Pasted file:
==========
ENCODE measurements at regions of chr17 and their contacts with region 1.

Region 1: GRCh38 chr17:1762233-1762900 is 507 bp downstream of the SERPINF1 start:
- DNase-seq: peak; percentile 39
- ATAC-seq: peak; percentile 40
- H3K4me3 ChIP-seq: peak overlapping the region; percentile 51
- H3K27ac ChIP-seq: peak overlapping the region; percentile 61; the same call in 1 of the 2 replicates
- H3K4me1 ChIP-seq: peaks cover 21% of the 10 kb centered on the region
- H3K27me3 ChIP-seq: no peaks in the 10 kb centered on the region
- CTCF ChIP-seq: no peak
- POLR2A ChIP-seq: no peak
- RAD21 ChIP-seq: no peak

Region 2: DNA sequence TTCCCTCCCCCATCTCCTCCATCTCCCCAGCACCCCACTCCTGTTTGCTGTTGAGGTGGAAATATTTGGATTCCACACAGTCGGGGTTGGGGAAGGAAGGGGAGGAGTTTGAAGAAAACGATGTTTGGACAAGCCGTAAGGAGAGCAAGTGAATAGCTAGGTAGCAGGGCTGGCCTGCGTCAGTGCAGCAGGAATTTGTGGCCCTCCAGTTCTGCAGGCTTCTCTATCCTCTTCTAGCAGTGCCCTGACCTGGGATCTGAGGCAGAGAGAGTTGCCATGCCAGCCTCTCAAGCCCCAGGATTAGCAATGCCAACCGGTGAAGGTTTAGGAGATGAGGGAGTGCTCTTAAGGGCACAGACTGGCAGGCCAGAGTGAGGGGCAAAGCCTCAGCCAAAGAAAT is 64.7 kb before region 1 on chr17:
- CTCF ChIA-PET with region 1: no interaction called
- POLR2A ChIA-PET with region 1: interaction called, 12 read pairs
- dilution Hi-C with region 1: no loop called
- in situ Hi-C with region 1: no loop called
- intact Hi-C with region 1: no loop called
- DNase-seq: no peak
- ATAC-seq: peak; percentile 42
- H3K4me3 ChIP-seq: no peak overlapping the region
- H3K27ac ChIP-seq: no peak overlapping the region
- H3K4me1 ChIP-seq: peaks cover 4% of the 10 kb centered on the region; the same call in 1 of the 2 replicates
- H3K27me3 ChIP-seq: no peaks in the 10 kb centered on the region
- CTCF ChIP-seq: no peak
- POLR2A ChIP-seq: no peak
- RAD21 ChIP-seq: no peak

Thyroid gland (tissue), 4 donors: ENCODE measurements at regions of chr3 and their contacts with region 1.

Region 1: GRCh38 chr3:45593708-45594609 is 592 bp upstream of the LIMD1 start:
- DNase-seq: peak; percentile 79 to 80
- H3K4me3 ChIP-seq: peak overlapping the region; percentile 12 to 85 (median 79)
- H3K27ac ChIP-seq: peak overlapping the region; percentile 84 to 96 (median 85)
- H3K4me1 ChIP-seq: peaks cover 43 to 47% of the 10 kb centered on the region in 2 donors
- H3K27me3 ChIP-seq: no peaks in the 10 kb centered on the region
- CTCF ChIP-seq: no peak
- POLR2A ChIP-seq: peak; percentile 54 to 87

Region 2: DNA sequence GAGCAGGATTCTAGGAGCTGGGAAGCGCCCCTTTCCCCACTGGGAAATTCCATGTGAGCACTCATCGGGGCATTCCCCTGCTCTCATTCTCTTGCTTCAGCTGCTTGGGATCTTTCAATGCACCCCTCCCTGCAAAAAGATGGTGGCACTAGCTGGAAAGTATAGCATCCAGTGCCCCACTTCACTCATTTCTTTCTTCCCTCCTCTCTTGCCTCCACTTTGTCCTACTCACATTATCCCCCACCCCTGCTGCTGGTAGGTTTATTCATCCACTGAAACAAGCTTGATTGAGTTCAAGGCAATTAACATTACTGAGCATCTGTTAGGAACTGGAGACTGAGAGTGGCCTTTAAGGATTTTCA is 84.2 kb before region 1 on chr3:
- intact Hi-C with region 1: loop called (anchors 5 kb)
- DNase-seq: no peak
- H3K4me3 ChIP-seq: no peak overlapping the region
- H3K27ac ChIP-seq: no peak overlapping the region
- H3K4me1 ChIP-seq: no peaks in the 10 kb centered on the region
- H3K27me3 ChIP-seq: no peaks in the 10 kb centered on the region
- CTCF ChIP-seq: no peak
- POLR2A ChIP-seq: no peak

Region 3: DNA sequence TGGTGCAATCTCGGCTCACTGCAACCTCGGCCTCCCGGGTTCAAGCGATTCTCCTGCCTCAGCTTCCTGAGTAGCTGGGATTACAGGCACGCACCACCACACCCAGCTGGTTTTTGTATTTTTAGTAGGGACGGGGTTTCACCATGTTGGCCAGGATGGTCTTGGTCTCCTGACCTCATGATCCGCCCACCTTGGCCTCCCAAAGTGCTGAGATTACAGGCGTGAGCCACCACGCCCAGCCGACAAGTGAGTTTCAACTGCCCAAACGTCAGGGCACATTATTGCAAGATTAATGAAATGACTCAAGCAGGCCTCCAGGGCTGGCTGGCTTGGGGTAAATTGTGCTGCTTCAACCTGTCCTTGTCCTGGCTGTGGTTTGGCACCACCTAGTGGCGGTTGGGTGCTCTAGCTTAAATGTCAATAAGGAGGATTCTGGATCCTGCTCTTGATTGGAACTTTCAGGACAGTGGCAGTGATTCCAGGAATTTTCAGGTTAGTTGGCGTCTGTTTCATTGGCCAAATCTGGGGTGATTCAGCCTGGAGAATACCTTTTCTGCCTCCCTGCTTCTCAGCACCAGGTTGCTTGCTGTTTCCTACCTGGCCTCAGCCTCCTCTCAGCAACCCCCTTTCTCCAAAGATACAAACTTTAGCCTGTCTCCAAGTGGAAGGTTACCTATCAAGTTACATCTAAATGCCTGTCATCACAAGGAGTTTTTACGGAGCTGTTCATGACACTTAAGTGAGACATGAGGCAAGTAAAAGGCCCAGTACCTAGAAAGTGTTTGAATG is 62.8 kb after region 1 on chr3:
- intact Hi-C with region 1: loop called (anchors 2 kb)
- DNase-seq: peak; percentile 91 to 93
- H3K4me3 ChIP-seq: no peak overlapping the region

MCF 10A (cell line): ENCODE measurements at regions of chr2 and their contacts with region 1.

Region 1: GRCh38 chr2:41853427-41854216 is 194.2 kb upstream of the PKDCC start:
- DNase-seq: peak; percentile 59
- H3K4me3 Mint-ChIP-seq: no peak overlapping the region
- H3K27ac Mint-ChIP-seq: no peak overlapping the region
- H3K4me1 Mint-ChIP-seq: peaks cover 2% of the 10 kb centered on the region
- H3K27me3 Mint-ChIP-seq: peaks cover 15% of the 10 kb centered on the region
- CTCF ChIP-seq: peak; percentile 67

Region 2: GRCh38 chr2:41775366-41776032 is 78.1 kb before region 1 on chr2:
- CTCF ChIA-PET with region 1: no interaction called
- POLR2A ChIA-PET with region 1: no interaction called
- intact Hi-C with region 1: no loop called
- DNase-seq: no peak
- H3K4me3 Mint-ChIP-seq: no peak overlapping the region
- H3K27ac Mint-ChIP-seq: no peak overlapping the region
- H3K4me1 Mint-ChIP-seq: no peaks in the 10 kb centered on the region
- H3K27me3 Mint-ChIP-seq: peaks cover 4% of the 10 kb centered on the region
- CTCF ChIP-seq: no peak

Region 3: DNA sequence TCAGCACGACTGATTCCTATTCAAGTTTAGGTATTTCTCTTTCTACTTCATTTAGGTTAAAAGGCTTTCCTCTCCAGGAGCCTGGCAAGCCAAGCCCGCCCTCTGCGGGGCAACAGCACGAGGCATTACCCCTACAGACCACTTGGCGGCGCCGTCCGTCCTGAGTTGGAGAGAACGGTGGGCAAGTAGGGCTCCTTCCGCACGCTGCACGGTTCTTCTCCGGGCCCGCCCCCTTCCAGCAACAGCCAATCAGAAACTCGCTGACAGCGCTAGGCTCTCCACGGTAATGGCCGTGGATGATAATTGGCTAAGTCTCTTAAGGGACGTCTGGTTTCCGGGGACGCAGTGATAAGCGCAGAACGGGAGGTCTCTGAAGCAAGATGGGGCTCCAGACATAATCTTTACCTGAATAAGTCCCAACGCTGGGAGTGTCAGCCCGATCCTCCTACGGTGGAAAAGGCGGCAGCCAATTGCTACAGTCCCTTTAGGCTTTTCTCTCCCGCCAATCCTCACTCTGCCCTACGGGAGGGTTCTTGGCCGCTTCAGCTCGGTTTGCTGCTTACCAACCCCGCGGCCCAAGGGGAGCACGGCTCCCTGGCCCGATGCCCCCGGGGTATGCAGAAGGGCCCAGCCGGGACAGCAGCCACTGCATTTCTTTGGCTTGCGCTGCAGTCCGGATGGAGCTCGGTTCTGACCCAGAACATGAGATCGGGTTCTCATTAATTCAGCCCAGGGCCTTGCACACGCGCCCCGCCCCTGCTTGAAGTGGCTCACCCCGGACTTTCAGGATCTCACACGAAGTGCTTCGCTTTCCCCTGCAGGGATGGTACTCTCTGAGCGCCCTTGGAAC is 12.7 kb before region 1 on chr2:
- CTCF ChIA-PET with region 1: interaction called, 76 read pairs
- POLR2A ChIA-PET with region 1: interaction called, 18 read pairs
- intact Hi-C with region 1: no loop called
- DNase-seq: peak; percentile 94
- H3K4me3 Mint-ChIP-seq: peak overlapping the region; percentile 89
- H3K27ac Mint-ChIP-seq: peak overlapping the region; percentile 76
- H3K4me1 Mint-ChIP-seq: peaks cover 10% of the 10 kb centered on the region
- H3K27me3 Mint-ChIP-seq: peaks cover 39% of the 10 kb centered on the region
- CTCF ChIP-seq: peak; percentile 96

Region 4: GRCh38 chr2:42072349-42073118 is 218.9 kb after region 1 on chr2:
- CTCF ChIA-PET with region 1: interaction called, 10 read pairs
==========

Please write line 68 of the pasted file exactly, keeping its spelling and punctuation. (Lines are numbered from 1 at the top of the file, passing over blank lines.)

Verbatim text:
- CTCF ChIA-PET with region 1: interaction called, 76 read pairs